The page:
Page 8 -The Michigan Daily-Monday, October 5, 1987
A Cannibal in
By Tama Janowitz
Tama Janowitz - it's hard not to
know the name. Since the critical
and public success of her short story
collection, Slaves of New York,
she's been seen everywhere from
amaretto ads in magazines to MTV.
Tama is a marketing firm's delight
- she's young, pretty, intelligent,
and knows all the right people and
places - a perfect package.
So it's no surprise t h a t
Janowitz's latest effort, A Cannibal
in Manhattan, comes equally well-
packaged. From the dedication to
Andy Warhol to the collection of
photographs detailing episodes in the
novel to the cute drawings beginning
and ending the chapters, the novel
The story is supposedly the auto-
biography of Mgungu Yabba
Mgungu, a reformed cannibal from
the South Seas island of New Burnt
Norton. Here Mgungu lives a
content life with his three wives, but
he is not completely happy: "I now
know I had never been satisfied with
my life as a savage. Always there
has been with me the feeling: none
of this has anything to do with you.
As if all my life I had been
experiencing a divorce, or at least a
temporary separation from my true
self. During the days when
cannibalism was still chic, there had
been a reason for me to live, a
purpose in life, so to speak."
Mgungu obviously is not your
average cannibal. He knows a lot
about the Western world from
reading books like Ulysses and old
American magazines. Maria
Fishburn, a Manhattan socialite and
Peace Corps worker, meets 1Pm and
insists that Mgungu come to New
York with her. Mgungu can't refuse
this offer, so he flies off to New
York's "Mr. Kennedy's Airport."
Here the story really picks up
momentum. From Mgungu's first
cab ride - it cost him $189 - to
his first cocktail party, Janowitz,
through Mgungu's naive narration,
makes the reader laugh out loud. At
a party that Maria took him to,
Mgungu makes "my terrible faux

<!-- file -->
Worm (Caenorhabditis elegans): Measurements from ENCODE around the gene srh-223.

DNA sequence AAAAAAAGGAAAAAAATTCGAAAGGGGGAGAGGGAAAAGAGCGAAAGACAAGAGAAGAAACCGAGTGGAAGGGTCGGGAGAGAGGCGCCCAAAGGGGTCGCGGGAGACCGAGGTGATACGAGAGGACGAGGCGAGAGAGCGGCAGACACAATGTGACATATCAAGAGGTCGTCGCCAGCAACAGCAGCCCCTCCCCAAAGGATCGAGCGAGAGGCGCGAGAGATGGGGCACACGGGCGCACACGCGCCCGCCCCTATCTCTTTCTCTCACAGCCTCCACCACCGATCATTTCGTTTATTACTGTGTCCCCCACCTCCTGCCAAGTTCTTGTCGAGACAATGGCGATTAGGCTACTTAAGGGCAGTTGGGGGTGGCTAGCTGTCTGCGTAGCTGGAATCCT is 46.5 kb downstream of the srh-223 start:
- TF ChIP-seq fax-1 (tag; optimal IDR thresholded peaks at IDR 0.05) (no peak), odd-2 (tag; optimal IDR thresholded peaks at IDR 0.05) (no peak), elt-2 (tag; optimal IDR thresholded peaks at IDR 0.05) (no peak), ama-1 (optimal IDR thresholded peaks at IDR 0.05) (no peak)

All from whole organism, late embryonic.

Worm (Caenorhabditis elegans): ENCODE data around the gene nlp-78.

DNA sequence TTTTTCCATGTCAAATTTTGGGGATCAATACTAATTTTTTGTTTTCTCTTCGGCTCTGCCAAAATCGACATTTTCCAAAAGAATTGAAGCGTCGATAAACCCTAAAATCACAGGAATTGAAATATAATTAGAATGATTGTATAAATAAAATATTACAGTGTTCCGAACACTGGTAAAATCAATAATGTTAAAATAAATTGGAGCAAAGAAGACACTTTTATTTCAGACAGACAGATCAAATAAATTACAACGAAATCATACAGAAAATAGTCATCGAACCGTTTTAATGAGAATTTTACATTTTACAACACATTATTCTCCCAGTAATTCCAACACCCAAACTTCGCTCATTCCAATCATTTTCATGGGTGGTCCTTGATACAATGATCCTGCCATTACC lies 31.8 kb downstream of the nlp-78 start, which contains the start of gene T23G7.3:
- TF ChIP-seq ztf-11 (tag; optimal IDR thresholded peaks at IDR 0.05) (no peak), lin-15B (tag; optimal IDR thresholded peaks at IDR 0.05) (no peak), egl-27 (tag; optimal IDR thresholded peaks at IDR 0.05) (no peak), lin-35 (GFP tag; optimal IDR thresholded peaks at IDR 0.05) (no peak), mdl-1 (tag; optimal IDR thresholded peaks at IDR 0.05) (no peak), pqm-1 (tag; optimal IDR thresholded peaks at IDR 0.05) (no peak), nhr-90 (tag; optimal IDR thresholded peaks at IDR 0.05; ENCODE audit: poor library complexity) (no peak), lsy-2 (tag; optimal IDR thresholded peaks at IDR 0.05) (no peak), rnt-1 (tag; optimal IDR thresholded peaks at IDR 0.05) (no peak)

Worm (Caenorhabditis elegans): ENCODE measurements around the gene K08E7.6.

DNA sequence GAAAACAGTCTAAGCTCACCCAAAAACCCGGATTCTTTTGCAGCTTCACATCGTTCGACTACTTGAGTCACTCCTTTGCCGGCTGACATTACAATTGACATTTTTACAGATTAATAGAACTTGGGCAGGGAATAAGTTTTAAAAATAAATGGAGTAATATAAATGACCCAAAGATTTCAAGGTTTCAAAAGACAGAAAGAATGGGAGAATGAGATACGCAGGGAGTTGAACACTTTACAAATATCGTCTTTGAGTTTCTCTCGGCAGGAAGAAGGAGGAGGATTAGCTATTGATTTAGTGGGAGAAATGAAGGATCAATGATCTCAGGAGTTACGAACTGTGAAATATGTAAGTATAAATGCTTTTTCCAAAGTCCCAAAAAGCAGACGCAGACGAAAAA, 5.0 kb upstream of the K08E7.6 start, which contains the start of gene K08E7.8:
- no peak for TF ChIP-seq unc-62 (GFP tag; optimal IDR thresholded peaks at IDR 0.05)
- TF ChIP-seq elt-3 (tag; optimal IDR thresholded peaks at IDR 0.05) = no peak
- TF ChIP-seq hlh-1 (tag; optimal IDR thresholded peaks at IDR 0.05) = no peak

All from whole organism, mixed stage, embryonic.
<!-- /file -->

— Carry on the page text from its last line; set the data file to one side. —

pas." He overheard a man saying that
the floral centerpiece was tasteless,
so Mgungu recalls: "I found that I
had to taste one for myself and so
climbed upon the table, reached
across vegetables, plucked one from
the center of the arrangement, and
began to munch on it. And it was
not tasteless but only delicate and
with a slight waxy savor to it."
However, from here, for both the
plot and Mgungu, it's all downhill.
Mgungu becomes involved with
cannibals of another kind - those
who feed on innocents like Mgungu.
As one man tells him, " ... you see
the world around you as a scene
painted for scene painting's sake,
when in fact it is not only highly
representative but also symbolic.
And these symbols you are not
interpreting but simply letting pass
you by." In other words, Mgungu,
while natively intelligent, is not
attune to the devious side of human
If one wants to take this novel at
a moralistic level, Janowitz seems to
be asking, "Is our society really
more civilized than Mgungu's?"
However, the reader is never sure of
the response. Instead of approaching
the book on this level, enjoy A
Cannibal in Manhattan for its witty
pokes at the trendy, artsy side of
America and for its clever packaging.
If taken beyond that, it might be
Necros play Pig for a
(Continued from Page 7)
understand that. Especially the whole
long-haired aspect of the hair-in-the-
face kind of thing. It has its
importance, but basically it's for
In immersing themselves elbow-
deep in the "rock and roll joke," a
typical Necros show resembles an
unstable collision between arma-
geddon and entertainment. "Lots of
beer, lots of rowdiness, a real fun
time," describes Henssler. "Our
whole trip is to have lots of
obnoxious fun. The best party to go
to would be one of our shows."
Blind Pig with opening act Gone In
60 Seconds. Doors open at 9 p.m.
Cover is $5. Be there or be in
(Cot. tinued from Page?7)
[ama Janowitz, author of 'Cannibal in
about artsy, downtown New Yorkers.
The Necros play
tonight at the
used to pen some very pleasant,
enjoyable pop tunes. Now they're
playing whiney pop dribble.
After their last tour, Dumptruck
songwriters Kirk Swan and Seth
Tiven went separate ways. Tiven
kept the band name (and the
drummer), and found two other
players to join him. Unfortunately, a
lot of the band's character left with
this "break up" of sorts. "Carefree" ,k
rides an easy current with double
jangling guitars and a riding rhythm,
and there's a few other bright spots
on For the Country such as the
surging, Byrdsy "Going Nowhere."
But overall this LP is just boring.
d4 "444 g 4 4va
Dumptruck sorely misses Kirk
Swan's guitar playing and singing,
which when matched with that of
Tiven's gave the band an edgy,
almost a-harmonic groove. The two
songwriters collectively churned out
some very fresh, strong melodies.
Now they just sound like 157 other
wimpy guitar bands. At times they
even resemble a lame Wings cover
That's too bad.
nice act once.
They were a real
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